The first Southern Conference for Human Welfare
During the first Southern Conference for Human Welfare, Bull Connor attempted to force the integrated meeting to segregate, but when Eleanor Roosevelt arrived, she challenged Connor to enforce his announcement.
Citing this Excerpt
Oral History Interview with Virginia Foster Durr, March 13, 14, 15, 1975. Interview G-0023-2. Southern Oral History Program Collection (#4007) in the Southern Oral History Program Collection, Southern Historical Collection, Wilson Library, University of North Carolina at Chapel Hill.
Full Text of the Excerpt
Hugo gave a perfectly marvelous speech, quoting Thomas Jefferson all the way through it. Mrs. Roosevelt was there that night and we were strictly segregated. All of one side of the city auditorium was black and the other side was all white. Because, you see, Hugo got there the last day of the meeting, but I had been there for several days before and I went to the
first meeting, which was on Sunday night. Cliff hadn't come then, but we met there with all of these people from all over the South. There was Joe Gelders and there were Jane Speed and Dolly, you know and this fellow Rob Hall, the Communist Secretaryfor Alabama. Then, there was a lot of labor people there, there was Bill Mitch and the mine workers people were there and so were the steel workers and Mrs. Bethune was there and of course, Frank Graham and all the North Carolina people were there. So, Frank Graham was elected temporary chairman and he got up and there was a lot of singing and praying always at Southern meetings, particularly where there are blacks, you know. We prayed and we sang. So, we were all integrated, just sitting all over the auditorium in little groups. Myles Horton was there, you know, people from . . . by that time, I had been to the Highlander Folk School, but that would take another tape to tell about the effect that it had on me, which was really terrific.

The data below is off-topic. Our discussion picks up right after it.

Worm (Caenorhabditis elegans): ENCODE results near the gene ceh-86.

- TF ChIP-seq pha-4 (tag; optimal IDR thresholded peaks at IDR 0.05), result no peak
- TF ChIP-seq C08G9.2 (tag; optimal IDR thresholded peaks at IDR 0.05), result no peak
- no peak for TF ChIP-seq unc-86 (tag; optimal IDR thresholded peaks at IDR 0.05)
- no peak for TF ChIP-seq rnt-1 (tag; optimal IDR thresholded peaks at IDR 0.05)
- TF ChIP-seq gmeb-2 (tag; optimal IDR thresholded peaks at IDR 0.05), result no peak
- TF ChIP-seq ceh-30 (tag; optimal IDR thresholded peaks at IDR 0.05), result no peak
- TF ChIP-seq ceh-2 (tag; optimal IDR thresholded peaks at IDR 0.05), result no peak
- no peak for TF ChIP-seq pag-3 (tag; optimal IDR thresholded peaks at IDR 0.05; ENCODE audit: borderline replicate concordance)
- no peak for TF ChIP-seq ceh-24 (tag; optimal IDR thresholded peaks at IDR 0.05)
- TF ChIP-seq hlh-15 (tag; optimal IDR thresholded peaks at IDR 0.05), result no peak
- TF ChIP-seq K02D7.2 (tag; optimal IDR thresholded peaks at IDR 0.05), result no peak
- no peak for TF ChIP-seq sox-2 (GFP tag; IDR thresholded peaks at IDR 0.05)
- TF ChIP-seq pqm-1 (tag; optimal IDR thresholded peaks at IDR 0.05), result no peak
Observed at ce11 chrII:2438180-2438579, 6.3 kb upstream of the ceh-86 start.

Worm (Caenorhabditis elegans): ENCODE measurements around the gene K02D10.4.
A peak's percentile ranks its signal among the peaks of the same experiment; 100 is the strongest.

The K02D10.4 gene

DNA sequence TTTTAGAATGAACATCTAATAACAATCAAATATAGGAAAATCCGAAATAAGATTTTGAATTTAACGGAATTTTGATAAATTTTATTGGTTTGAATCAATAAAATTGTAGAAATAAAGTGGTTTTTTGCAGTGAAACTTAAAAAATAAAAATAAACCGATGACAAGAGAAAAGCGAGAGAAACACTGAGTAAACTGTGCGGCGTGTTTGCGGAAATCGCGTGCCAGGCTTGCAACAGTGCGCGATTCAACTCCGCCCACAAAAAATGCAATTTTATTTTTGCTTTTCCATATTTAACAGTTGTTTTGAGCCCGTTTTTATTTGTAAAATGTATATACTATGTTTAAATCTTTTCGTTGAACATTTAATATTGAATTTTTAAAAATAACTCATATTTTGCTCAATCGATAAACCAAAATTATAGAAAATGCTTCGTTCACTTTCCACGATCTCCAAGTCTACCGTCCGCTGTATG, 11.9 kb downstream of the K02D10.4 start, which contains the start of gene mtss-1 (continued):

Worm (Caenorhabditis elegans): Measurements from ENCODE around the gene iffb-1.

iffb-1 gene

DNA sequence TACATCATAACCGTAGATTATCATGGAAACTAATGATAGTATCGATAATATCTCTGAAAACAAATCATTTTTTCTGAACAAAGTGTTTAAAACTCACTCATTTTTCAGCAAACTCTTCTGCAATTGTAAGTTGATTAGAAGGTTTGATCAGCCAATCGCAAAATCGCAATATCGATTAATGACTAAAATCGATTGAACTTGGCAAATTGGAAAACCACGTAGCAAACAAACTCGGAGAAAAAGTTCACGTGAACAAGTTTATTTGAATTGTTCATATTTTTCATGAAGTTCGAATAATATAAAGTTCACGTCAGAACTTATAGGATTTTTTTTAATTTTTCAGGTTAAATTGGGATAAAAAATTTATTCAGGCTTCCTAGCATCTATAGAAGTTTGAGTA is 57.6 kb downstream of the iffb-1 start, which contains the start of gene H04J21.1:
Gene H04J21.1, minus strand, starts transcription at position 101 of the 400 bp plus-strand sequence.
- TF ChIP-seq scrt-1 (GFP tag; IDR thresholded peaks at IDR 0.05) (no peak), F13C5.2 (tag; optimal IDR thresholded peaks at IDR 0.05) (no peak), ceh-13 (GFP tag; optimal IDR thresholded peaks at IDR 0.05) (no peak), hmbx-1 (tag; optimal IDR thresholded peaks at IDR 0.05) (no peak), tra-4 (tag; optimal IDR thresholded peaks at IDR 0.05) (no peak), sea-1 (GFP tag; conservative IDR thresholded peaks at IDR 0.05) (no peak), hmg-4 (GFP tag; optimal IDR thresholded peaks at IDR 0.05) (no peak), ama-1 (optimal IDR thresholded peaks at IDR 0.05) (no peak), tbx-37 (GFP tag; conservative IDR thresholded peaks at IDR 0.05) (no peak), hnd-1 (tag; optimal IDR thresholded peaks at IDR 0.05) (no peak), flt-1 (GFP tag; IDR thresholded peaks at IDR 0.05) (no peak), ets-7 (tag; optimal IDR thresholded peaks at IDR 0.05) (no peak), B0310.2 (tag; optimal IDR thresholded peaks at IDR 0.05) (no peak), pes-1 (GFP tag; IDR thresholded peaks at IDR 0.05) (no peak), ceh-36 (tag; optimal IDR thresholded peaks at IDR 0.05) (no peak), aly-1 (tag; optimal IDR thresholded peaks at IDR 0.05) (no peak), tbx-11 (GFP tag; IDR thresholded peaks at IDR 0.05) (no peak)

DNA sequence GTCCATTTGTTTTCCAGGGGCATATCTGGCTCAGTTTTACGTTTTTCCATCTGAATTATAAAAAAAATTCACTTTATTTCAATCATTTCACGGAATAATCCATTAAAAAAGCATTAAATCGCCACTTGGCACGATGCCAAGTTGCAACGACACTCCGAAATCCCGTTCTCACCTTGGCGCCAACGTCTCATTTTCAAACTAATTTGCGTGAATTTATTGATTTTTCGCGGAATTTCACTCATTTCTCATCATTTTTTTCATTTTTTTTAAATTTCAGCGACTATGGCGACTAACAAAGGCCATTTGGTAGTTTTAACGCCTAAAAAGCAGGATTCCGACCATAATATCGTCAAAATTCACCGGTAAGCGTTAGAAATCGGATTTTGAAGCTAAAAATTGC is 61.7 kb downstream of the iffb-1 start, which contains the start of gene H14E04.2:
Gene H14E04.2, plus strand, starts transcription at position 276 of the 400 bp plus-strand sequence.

- JACQUELYN HALL:
Can we go back to that?
- VIRGINIA FOSTER DURR:
Well, we can, but I will talk for three or four weeks or months if you are going to carry in all these various things. But I must say that the Highlander Folk School
did have a tremendous effect on me. But in any case, we were all sitting there in the auditorium, and as I said, we were all integrated and they elected Frank Graham for temporary chairman and there were a lot of announcements of things and the program and so forth. We were going to have a meeting the next morning to elect a permanent chairman and then break up into workshops. So, when we came back on Monday morning, the whole place was surrounded by Black Marias, surrounded on all four sides. Every police van and Black Maria in the city and county were up there and the whole place surrounded by policemen, inside and out. And there was old Bull Conner saying that anybody that broke the segregation law of Alabama would be arrested right then and there and taken to jail in that Black Maria and no if and, and buts about it, he was going to watch it. There was a great debate as to whether they could get together on the stage. We accepted the fact that under the laws of the city of Birmingham, we had to be segregated, blacks had to sit on one side and whites had to sit on the other. There was a great debate as to whether they could sit and stand on the stage together. You just can't imagine the state we were in when we had this terrific debate as to whether two speakers could pass each other on the stage, one black and one white, or stand together, you know. So, they
accepted that, the people who were running it, you see, Frank Graham and others, they accepted that. So, they divided with blacks on one side and whites on the other. And Mrs. Roosevelt had come by that time and she took a folding chair and put it plumb right in the middle of the aisle and said that she would not be segregated. And they were scared to arrest her. After all, she was the wife of the President of the United States. (laughter) So, she got by with it.